Before now, Kemp's neighbor, Heelas, didn't believe in the Invisible Man. But when he wakes up from a nap and sees Kemp's house broken into and Kemp running toward him, Heelas does the only sensible thing: he locks himself inside his house and refuses to help his neighbor.
From Heelas's point-of-view, we see Kemp run through the garden followed closely by the Invisible Man. (Or the traces left by the IM, at least.)
Kemp continues running towards Burdock (just like Marvel did in Chapter 15). It sounds something like a nightmare: the road is long and empty, and no one in the nearby houses will help him.
Still, when Kemp arrives in Burdock, he finds a couple of workmen (navvies) on the road. When he yells about the Invisible Man, everyone nearby tries to find and hit the IM – shovels and all.
When the Invisible Man grabs Kemp, the navvies knock the Invisible Man down. So maybe these guys are the real heroes of the book?
The narrator notes that the next scene might have looked like a game of rugby, but it was actually a big fight between the crowd and the Invisible Man.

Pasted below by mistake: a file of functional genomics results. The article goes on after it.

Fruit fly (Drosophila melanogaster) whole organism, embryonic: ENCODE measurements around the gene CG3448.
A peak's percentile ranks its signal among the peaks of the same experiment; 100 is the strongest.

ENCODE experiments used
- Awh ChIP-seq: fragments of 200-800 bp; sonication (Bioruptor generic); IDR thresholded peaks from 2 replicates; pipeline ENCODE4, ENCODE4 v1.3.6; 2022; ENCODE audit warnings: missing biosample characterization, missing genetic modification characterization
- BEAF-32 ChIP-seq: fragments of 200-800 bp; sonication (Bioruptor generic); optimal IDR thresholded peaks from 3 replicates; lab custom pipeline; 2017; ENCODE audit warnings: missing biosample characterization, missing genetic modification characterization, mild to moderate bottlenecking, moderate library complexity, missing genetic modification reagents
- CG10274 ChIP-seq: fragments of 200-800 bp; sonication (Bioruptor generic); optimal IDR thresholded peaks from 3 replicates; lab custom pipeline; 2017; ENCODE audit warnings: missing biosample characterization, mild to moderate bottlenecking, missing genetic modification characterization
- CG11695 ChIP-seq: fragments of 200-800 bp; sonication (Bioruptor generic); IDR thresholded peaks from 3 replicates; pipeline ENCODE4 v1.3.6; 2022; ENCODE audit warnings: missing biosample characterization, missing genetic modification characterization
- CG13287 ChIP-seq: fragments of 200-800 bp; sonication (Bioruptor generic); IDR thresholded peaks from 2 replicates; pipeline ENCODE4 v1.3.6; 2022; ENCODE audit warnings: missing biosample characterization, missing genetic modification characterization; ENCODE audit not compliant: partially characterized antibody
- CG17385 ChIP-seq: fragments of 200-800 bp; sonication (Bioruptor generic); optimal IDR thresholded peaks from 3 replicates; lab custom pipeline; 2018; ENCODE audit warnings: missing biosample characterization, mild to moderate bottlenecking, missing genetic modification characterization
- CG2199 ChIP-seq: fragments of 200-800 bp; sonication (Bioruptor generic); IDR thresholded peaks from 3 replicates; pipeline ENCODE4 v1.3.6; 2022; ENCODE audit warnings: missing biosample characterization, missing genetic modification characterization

Spoiler alert: the Invisible Man loses. "There was, I am afraid, some savage kicking. Then suddenly a wild scream of 'Mercy! Mercy!' that died down swiftly to a sound like choking" (28.17).
Kemp tries to get people off of Griffin, but the IM is already not breathing and possibly dead.
Everyone crowds around to see what happened, and slowly, the Invisible Man starts to become visible (but still naked):
And so, slowly, beginning at his hands and feet and creeping along his limbs to the vital centres of his body, that strange change continued. It was like the slow spreading of a poison. First came the little white nerves, a hazy grey sketch of a limb, then the glassy bones and intricate arteries, then the flesh and skin, first a faint fogginess, and then growing rapidly dense and opaque. Presently they could see his crushed chest and his shoulders, and the dim outline of his drawn and battered features. (28.27)
That's how Griffin's experiment in invisibility ends, with people covering up his "naked and pitiful" body (28.28).